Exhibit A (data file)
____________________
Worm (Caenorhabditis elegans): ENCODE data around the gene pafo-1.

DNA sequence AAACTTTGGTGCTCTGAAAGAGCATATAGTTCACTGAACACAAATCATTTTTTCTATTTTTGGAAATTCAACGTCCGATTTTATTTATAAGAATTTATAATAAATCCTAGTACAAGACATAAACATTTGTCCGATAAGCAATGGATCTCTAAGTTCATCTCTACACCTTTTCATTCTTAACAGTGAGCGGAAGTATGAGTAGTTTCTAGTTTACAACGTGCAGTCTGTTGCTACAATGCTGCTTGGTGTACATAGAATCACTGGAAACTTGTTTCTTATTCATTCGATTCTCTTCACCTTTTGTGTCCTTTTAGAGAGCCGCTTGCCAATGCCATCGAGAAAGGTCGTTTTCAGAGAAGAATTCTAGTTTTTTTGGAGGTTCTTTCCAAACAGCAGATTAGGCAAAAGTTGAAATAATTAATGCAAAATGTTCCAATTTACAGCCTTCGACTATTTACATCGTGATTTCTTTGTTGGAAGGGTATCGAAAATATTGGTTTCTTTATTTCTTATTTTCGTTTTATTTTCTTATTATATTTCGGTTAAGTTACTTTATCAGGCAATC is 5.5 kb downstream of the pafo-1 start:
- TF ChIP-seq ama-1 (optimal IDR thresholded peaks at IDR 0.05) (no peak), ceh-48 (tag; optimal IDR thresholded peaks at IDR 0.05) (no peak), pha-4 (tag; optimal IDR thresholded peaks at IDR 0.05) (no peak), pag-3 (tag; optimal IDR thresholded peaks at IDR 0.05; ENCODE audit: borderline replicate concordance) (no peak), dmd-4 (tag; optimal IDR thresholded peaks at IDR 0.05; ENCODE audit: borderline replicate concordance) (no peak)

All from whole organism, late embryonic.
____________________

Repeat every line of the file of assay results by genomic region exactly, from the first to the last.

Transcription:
Worm (Caenorhabditis elegans): ENCODE data around the gene pafo-1.

DNA sequence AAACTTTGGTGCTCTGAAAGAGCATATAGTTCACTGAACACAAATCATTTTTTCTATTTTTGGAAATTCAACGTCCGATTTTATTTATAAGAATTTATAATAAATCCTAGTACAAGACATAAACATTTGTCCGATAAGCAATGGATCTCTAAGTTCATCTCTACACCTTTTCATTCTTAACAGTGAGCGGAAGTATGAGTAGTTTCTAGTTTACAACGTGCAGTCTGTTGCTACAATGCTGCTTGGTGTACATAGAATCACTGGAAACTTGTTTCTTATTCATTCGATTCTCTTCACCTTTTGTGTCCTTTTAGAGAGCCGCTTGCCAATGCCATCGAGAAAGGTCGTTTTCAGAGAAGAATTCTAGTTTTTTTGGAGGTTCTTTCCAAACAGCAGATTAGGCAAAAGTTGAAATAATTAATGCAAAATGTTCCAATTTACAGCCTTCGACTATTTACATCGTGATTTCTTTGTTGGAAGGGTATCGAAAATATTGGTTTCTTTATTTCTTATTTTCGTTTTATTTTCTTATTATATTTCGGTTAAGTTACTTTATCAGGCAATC is 5.5 kb downstream of the pafo-1 start:
- TF ChIP-seq ama-1 (optimal IDR thresholded peaks at IDR 0.05) (no peak), ceh-48 (tag; optimal IDR thresholded peaks at IDR 0.05) (no peak), pha-4 (tag; optimal IDR thresholded peaks at IDR 0.05) (no peak), pag-3 (tag; optimal IDR thresholded peaks at IDR 0.05; ENCODE audit: borderline replicate concordance) (no peak), dmd-4 (tag; optimal IDR thresholded peaks at IDR 0.05; ENCODE audit: borderline replicate concordance) (no peak)

All from whole organism, late embryonic.